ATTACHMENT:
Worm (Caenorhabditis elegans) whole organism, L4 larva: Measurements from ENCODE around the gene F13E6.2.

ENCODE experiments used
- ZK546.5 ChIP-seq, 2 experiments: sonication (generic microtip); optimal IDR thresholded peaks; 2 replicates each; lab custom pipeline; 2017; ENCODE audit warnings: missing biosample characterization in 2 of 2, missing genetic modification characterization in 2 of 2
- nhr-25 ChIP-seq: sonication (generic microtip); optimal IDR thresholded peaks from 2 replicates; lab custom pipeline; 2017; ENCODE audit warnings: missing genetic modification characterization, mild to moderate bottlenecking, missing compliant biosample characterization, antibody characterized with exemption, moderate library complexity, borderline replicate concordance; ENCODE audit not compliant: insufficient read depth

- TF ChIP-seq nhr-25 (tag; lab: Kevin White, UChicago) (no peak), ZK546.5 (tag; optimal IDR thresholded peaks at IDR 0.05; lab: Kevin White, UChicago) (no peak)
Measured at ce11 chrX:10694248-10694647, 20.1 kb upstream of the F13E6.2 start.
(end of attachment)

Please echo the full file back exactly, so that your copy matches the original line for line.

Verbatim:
Worm (Caenorhabditis elegans) whole organism, L4 larva: Measurements from ENCODE around the gene F13E6.2.

ENCODE experiments used
- ZK546.5 ChIP-seq, 2 experiments: sonication (generic microtip); optimal IDR thresholded peaks; 2 replicates each; lab custom pipeline; 2017; ENCODE audit warnings: missing biosample characterization in 2 of 2, missing genetic modification characterization in 2 of 2
- nhr-25 ChIP-seq: sonication (generic microtip); optimal IDR thresholded peaks from 2 replicates; lab custom pipeline; 2017; ENCODE audit warnings: missing genetic modification characterization, mild to moderate bottlenecking, missing compliant biosample characterization, antibody characterized with exemption, moderate library complexity, borderline replicate concordance; ENCODE audit not compliant: insufficient read depth

- TF ChIP-seq nhr-25 (tag; lab: Kevin White, UChicago) (no peak), ZK546.5 (tag; optimal IDR thresholded peaks at IDR 0.05; lab: Kevin White, UChicago) (no peak)
Measured at ce11 chrX:10694248-10694647, 20.1 kb upstream of the F13E6.2 start.